If Allen Dulles can hear President-elect Donald Trump, he is surely turning in his grave. Dulles was the longest-serving director of the Central Intelligence Agency, and the son of a Presbyterian minister.
When Dulles was overseeing the building of the CIA headquarters in the late 1950s he insisted a quote from The Bible be inscribed on the lobby’s marble walls. Dulles settled on a passage from John 8:32: “And Ye Shall Know the Truth and the Truth Shall Set You Free.” That passage remains on the marble wall of the old CIA headquarters building. It is also the official motto of the agency.
In “Truth and Politics,” 20th Century political theorist Hannah Arendt posited, “No one has ever doubted that truth and politics are on rather bad terms with each other, and no one, as far as I know, has ever counted truthfulness among the political virtues.”
Regrettably, Donald Trump is at war with the truth and those who purvey it—the media. The Press. Journalists. Us.
On Dec. 1, during a “victory rally” in Ohio, Trump referred to us and our colleagues as “the extremely dishonest press” and “very dishonest people.” During this rally Trump also claimed, “We won in a landslide!”
Actually, we in the media hold Trump to a greater reality called the truth. For example: winning the electoral college victory and yet losing the election by more 2,500,000 popular votes is nothing near “a landslide;” hence, Trump is either delusional or lying. Neither are attributes we hold in great esteem.
During the presidential campaign Trump called his opponent Secretary Hillary Clinton “crooked.” A little over a week after being elected, Trump settled a class action suite brought against his crooked and phony Trump University. Rather than suffer the humiliation of taking the stand (where, presumably, he would be asked to tell the truth), Trump paid $25 million to over 6,000 individuals he ripped off at his “university.” Included in the settlement was a $1 million payment to New York state for claiming his unaccredited school was actually a university, which is a violation of state law.
Unlike Trump, we’ve never been sued. Unlike Trump, we’ve never been sued by a class action of over 6,000 individuals. Unlike Trump, we’ve never paid out $25 million to people we ripped off for far more money. And he calls us dishonest? Shame on him.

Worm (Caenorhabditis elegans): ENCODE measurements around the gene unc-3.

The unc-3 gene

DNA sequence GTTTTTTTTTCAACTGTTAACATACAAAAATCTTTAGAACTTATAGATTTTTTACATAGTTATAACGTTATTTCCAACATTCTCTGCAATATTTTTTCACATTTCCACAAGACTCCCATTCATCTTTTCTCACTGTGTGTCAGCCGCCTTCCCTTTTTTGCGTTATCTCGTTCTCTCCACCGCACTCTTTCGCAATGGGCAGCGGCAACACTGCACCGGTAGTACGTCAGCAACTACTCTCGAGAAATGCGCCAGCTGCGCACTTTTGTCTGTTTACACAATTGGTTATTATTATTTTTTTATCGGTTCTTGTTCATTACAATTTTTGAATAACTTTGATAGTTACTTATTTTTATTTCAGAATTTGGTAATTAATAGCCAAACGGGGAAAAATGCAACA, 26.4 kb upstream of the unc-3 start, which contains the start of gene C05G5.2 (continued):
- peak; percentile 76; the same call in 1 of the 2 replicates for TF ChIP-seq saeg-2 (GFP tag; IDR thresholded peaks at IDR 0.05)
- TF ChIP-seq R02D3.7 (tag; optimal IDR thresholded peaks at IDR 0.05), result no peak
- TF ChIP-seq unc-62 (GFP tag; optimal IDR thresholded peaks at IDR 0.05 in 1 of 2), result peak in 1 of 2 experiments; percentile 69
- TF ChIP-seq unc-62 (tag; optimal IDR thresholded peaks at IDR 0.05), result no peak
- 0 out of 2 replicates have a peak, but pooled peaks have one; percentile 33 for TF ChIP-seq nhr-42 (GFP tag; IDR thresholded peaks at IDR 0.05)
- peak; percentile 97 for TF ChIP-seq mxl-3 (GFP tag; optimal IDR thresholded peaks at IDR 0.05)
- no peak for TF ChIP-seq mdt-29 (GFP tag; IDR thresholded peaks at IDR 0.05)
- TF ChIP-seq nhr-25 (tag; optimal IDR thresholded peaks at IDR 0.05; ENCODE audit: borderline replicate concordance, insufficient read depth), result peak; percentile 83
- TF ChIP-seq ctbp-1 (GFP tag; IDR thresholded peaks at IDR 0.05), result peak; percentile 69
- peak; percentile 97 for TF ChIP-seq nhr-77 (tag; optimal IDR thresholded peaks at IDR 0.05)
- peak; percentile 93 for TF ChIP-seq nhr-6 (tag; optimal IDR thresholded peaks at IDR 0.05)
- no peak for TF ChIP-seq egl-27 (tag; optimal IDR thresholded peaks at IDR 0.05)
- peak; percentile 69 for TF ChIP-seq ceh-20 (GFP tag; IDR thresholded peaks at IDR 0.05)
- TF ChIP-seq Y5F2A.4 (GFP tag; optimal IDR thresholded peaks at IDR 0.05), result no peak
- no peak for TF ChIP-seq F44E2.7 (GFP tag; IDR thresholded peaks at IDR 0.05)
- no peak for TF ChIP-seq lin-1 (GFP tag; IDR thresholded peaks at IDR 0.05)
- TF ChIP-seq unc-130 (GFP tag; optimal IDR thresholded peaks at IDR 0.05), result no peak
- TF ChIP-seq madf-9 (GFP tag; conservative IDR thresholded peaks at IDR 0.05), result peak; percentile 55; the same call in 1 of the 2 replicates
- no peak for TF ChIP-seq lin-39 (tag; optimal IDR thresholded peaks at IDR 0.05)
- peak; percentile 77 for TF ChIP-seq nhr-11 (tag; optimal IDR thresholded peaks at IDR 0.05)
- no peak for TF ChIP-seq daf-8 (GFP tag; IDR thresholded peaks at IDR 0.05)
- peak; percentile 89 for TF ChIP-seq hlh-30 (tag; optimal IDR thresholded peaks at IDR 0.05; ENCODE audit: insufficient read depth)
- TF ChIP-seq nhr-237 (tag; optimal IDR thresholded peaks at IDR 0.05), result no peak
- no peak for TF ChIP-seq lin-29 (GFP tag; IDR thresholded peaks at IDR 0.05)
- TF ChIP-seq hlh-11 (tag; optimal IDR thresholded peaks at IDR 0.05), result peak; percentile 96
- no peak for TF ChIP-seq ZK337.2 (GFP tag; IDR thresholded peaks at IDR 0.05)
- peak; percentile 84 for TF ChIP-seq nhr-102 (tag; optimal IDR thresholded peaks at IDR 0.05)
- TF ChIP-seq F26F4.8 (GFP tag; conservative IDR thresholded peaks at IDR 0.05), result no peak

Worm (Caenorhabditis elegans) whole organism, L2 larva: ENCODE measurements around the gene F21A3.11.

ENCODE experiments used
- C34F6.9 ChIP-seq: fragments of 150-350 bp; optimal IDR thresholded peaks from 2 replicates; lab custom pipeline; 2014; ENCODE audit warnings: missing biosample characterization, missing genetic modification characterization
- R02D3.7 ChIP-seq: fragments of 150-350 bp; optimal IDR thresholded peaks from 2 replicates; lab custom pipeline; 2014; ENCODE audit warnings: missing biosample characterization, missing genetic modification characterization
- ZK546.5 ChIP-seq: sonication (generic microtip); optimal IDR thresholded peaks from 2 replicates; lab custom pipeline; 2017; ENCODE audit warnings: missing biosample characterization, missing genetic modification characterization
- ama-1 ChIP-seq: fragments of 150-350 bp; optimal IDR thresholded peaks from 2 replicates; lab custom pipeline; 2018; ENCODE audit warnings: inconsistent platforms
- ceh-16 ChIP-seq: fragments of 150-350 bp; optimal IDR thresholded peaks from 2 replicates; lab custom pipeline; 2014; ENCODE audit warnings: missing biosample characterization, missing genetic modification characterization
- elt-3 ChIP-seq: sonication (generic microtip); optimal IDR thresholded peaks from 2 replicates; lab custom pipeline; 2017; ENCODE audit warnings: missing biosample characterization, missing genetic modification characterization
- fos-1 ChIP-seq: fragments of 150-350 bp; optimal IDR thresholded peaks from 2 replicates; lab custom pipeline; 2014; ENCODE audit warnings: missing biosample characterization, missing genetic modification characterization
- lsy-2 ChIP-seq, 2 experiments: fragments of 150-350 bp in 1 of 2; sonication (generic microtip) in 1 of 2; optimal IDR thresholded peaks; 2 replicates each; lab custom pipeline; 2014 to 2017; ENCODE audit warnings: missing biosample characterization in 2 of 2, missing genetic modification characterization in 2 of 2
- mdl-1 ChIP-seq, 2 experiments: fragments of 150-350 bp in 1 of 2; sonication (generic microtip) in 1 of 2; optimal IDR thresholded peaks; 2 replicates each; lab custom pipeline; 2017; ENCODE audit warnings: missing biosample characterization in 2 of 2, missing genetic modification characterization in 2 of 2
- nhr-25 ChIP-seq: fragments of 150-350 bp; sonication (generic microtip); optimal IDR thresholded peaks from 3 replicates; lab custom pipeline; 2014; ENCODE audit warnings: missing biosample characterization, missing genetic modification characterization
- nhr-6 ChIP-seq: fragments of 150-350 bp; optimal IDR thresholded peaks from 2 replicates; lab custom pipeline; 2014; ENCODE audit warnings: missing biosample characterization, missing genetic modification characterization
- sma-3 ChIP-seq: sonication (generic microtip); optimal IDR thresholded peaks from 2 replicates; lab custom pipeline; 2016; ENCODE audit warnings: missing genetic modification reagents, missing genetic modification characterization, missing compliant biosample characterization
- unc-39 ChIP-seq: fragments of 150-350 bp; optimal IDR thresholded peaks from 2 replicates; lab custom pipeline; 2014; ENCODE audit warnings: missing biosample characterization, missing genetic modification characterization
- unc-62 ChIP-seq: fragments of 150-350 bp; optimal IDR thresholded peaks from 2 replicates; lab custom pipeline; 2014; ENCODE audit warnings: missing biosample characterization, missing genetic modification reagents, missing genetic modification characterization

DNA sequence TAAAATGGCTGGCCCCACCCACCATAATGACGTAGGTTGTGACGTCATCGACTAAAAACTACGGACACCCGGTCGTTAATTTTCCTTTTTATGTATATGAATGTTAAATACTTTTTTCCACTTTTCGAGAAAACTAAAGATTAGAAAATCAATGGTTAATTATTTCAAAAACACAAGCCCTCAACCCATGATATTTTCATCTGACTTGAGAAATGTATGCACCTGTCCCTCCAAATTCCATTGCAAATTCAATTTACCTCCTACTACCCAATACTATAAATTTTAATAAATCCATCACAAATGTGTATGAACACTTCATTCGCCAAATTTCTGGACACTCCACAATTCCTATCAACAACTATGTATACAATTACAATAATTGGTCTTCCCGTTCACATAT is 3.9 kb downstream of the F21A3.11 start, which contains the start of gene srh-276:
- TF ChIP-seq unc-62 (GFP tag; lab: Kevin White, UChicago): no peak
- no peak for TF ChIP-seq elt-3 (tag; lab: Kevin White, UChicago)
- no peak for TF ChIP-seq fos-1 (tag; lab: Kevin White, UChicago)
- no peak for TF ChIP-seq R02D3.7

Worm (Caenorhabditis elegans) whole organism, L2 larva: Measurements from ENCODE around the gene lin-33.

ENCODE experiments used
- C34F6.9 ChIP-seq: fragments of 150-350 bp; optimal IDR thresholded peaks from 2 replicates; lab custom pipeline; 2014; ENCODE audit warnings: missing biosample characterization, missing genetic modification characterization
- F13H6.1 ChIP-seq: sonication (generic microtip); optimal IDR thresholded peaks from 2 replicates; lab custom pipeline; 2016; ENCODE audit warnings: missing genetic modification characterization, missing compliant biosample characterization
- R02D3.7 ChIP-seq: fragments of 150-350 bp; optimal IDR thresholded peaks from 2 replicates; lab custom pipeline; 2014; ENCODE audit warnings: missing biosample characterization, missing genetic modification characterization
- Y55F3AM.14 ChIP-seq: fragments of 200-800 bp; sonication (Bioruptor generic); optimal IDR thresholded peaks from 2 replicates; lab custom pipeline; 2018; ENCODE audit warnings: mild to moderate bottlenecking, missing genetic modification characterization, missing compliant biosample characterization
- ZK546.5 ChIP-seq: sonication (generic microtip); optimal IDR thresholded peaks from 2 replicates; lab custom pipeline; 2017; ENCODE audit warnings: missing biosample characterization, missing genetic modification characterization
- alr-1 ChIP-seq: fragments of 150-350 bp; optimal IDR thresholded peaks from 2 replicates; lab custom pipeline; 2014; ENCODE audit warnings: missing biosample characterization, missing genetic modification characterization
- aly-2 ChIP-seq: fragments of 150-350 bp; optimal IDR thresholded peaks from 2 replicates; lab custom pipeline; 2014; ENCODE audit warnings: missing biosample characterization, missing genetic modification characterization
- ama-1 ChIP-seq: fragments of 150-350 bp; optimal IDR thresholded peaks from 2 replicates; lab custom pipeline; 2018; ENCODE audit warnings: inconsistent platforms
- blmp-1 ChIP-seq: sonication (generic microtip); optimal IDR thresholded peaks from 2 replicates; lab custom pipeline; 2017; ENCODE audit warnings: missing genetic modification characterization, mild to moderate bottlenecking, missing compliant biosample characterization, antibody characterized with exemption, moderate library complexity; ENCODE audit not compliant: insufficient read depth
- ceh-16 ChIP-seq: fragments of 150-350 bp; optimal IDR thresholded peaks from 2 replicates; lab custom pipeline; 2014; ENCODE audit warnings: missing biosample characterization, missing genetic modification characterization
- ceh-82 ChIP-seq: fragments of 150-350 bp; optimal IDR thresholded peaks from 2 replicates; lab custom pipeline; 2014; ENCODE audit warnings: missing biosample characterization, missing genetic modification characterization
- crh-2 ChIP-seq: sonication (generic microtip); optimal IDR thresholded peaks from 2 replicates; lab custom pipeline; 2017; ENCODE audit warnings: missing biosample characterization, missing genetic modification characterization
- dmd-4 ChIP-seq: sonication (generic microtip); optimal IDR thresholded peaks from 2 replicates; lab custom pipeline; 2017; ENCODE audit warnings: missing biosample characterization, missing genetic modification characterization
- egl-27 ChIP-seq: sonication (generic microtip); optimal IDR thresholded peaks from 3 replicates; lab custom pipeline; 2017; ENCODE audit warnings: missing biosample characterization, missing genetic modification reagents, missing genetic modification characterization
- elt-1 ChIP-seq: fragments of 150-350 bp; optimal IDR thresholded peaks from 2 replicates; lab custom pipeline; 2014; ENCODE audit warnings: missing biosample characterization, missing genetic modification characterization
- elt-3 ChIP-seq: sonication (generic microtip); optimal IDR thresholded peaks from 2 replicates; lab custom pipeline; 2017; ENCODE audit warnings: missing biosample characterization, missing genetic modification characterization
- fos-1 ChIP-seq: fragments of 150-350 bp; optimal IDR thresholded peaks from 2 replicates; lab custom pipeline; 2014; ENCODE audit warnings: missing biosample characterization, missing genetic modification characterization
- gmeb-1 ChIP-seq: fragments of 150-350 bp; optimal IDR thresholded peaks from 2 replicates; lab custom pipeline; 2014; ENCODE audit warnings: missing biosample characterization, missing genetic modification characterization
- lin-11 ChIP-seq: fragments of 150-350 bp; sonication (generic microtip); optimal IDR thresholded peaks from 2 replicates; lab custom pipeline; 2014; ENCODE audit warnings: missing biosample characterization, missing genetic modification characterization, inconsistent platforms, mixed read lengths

Deciding which Trump to believe is maddening. Earlier this year he said, “I will build a great, great wall on our southern border. And I will have Mexico pay for that wall.” And the wall will be “big and beautiful.” Sounds unequivocal enough.
Then, shortly after the election, Trump said the border wall “may be a fence” in certain areas. Wait, what? Quite an about-face.
Flip-flopping is also an attribute we’re not fond of.
Our bet is that Russian leader Vladimir Putin considers a flip-flopper weak and easily manipulated. Funny, except President Trump will have the nuclear codes. Let’s hope his staff keeps him preoccupied with Twitter.
Trump and his apparatchiks are very clever. Rather than change the Constitution and abolish the freedom of the press, Trump wants people to simply stop believing the press and believe him instead.
Which sounds eerily similar to this infamous statement: “If you tell a lie big enough and keep repeating it, people will eventually come to believe it. The lie can be maintained only for such time as the State can shield the people from the political, economic and/or military consequences of the lie. It thus becomes vitally important for the State to use all of its powers to repress dissent, for the truth is the mortal enemy of the lie, and thus by extension, the truth is the greatest enemy of the State.”
That,from Joseph Goebbels, who served as Reich Minister of Propaganda in Nazi Germany, under Adolf Hitler.
Trump doesn’t want you to listen to people who fact check, search for the truth, and stand by their work.
Back in March, Mitt Romney opined to a group at the University of Utah, “Donald Trump is a phony, a fraud…. His promises are as worthless as a degree from Trump University. He’s playing members of the American public for suckers: he gets a free ride to the White House, and all we get is a lousy hat.”
Frankly, we don’t want the hat, the unhinged Tweets at 3 am, nor being called dishonest.
We also don’t want the misogyny, the racism, the xenophobia, the hatred.
We don’t want the bile, the ignorance.
Supreme Court Justice Hugo Black wrote that a free press was to serve the governed, not the governors. The press upsetting the governors has a long tradition in America, back to colonial days.
In the 1730s, a brazen publisher of the New York Weekly named John Peter Zenger had the audacity to print a realistic and unflattering portrait of the colony’s Governor Cosby, who then promptly had him jailed for the offense. Zenger prevailed in his case—because he printed the truth, and his lawyer had adequately convinced the jury that the press and its ability to print the truth was “the best cause; it is the cause of liberty.”
As one political observer said at the time of the Zenger trial, it was “the germ of American freedom, the morning star of that liberty which subsequently revolutionized America!”
Mr. Trump, we shall know the truth, and the truth will set us free.
– John Waters, Publisher, and Marlys Hersey, Editor